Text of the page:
Markets sold off sharply following Wednesday’s Fed announcement that it would be cutting its official policy rate for the first time since 2008.
Critics have speculated for much of the past decade what could happen if central bankers ran out of space to cut rates, so it stands to reason how this week’s news could have sparked some fears in the markets.
Of course, no one quite knows what will or could happen next, but here are three blue-chip defensive companies that could help save you in the event of any forthcoming market crash.
Ontario electric utility Hydro One (TSX:H) is about as defensive as it gets.
Not only does its 30,000 km of transmission lines cover 98% of the province, but 99% of its revenues are tied to regulated cost-of-service contracts.
However, it has been undergoing an unusual amount of change as of late, following the government’s decision to divest its majority stake through three separate public offerings.
A new management team has been put in charge as a result, motivated by cost cutting and operational improvements including $135 million of productivity savings executed during 2018.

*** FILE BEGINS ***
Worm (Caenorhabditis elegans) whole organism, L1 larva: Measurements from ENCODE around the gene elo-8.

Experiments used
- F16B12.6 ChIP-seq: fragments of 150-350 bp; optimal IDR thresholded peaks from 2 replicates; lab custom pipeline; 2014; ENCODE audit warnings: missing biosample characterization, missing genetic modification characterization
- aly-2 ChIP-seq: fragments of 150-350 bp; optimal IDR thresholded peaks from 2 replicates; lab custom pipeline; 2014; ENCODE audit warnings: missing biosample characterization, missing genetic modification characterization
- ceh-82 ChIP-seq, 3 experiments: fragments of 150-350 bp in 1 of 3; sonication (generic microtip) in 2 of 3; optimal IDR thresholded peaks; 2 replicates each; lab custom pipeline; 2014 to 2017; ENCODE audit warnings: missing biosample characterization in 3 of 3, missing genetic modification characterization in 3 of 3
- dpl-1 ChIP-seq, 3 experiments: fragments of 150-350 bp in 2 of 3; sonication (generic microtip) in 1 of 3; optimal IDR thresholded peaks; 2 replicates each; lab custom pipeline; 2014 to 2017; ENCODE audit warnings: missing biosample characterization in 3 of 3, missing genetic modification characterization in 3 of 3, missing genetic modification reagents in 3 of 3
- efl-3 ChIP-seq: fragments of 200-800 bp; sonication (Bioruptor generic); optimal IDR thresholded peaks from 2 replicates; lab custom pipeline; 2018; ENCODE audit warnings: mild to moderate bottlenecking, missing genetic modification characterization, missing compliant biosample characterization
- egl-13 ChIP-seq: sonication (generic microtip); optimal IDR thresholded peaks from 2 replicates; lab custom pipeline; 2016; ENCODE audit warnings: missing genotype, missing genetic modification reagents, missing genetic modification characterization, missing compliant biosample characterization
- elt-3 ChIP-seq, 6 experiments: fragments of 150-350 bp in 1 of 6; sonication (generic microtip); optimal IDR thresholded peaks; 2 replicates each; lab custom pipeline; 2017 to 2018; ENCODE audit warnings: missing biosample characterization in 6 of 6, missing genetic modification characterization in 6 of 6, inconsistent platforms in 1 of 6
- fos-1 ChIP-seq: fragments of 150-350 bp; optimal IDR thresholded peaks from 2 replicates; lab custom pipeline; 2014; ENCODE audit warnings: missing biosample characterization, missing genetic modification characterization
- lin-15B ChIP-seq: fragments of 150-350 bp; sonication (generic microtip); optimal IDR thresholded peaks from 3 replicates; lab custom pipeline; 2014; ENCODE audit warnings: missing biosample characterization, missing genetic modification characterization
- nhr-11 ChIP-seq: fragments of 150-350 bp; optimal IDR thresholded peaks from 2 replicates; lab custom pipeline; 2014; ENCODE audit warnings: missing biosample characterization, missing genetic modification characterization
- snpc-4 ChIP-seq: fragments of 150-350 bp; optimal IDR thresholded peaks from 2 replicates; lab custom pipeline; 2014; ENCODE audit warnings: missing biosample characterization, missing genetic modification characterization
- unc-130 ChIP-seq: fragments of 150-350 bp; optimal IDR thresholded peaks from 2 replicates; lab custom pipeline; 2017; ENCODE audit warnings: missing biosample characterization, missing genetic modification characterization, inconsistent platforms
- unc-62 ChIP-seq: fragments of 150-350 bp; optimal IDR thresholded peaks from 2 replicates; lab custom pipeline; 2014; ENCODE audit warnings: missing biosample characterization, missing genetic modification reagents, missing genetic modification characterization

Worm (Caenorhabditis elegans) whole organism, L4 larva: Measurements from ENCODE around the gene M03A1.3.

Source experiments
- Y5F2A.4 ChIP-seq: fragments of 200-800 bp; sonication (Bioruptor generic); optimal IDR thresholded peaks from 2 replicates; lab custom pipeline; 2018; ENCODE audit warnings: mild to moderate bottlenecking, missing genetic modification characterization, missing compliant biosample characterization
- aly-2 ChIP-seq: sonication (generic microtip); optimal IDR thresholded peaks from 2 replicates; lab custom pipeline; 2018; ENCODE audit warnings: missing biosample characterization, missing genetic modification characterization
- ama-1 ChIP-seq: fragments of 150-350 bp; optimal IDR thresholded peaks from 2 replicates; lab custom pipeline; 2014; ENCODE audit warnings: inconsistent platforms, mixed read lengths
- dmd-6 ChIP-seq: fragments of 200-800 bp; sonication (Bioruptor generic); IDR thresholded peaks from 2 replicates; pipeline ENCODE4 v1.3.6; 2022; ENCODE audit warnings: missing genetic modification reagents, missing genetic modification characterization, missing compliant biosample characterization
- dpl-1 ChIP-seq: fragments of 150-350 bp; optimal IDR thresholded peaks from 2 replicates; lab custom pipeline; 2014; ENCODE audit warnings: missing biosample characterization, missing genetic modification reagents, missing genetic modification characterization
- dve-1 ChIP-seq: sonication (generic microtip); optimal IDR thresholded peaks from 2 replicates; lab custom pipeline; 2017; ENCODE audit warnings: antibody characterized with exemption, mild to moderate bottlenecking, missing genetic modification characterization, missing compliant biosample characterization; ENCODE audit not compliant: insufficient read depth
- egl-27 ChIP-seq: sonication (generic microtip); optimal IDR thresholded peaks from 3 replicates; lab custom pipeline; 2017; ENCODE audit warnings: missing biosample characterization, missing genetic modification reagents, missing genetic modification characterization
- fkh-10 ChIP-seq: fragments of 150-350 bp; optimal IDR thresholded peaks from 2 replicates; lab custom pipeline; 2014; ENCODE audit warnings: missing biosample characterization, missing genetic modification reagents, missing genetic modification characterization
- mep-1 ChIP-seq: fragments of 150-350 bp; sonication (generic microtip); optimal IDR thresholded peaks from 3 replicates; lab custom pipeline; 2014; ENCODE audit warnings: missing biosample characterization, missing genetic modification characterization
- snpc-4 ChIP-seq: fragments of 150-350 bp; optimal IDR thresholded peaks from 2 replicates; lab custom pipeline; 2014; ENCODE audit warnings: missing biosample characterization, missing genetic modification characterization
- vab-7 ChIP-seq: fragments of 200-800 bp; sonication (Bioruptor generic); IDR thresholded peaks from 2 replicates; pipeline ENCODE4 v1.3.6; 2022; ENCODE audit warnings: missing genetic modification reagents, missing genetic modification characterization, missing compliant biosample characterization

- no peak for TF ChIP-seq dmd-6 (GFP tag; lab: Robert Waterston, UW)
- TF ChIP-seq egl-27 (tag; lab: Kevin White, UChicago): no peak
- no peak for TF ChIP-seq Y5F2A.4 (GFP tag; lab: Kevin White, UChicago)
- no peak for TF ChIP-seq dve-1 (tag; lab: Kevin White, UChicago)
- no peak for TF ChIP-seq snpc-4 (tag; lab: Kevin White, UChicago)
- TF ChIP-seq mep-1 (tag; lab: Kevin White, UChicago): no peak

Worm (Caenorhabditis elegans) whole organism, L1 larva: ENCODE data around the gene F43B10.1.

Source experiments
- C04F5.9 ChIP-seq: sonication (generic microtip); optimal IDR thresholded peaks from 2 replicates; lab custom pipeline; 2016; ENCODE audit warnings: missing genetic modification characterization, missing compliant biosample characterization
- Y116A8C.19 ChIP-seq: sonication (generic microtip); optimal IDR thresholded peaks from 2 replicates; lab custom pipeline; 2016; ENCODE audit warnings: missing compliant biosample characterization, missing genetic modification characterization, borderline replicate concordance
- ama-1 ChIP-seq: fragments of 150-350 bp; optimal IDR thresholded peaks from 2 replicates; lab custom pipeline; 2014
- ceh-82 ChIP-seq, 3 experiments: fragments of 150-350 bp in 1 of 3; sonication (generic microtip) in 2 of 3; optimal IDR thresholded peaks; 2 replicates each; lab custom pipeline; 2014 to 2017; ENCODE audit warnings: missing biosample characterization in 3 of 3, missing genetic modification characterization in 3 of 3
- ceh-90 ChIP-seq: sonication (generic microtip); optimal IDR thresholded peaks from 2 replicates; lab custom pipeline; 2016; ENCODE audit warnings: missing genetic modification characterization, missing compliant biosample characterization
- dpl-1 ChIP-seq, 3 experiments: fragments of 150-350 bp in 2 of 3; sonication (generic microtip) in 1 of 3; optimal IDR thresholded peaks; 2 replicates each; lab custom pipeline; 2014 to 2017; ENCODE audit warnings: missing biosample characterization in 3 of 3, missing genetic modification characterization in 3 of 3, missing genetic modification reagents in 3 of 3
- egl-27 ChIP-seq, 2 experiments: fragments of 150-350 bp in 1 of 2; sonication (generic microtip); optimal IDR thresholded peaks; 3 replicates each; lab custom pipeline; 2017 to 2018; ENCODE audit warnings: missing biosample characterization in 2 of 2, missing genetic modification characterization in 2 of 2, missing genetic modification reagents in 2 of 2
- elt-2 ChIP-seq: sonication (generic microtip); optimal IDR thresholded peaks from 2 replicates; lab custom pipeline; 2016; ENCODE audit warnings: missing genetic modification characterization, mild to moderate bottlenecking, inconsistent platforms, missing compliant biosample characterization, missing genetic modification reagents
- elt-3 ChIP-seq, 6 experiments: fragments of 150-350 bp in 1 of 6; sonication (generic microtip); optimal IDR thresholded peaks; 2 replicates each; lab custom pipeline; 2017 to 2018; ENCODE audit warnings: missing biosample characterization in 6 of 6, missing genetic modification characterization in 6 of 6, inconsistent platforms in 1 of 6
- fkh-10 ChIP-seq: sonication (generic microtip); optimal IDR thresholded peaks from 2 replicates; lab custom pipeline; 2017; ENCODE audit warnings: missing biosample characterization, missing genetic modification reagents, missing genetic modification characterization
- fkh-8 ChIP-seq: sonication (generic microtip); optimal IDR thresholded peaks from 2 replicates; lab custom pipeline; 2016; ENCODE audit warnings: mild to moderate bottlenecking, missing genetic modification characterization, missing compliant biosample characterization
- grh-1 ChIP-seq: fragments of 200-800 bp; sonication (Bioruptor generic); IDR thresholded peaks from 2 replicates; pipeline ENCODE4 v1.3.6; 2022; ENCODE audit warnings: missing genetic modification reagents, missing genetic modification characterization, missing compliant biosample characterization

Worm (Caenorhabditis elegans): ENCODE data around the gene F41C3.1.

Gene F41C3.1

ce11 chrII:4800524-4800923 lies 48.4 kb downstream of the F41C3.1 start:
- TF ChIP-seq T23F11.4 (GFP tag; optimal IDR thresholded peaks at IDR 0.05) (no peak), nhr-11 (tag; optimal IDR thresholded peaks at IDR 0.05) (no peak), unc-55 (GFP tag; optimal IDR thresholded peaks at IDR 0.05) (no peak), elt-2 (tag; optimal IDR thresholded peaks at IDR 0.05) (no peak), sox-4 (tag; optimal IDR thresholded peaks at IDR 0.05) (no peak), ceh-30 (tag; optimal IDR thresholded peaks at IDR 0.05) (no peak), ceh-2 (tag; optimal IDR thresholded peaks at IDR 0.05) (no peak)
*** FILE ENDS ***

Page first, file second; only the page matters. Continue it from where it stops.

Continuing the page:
The company raised its dividend payout by 5% earlier this year, which now yields 4.13%, and anticipates that it should be able to maintain that level of growth through organic initiatives over the next five years.
Molson Coors Brewing (TSX:TPX.B)(NYSE:TAP) also raised its dividend by 39% last month in an effort to restore investor confidence following a period where it had continued to pay a regular dividend but had made it clear that it was suspending any imminent rate hikes.
Now that the dividend policy has been restored, investors can expect more hikes down the road thanks to a conservatively managed dividend policy that’s kept its payout ratio at less than 50% of earnings.
While it’s faced challenges combating smaller rival craft brewers, there will be some hope placed in its forthcoming joint venture with licensed cannabis producer Hexo to produce a line of cannabis-infused beverages under the Truss brand, slated to hit shelves later this year just in time for the holiday season.
Not only does BEP pay its shareholders a 5.7% annual dividend, but the cash flows it generates are tied to fixed-rate contracts that are set independent of economic growth.
BEP also boasts an investment-grade balance sheet and experienced management team in addition to plans to consistently raise its distribution by a minimum of 5% and as much as 9% annually for the indefinite future.
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Fool contributor Jason Phillips owns shares of Molson Coors Brewing. The Motley Fool owns shares of Molson Coors Brewing. Brookfield Renewable Partners is a recommendation of Dividend Investor Canada.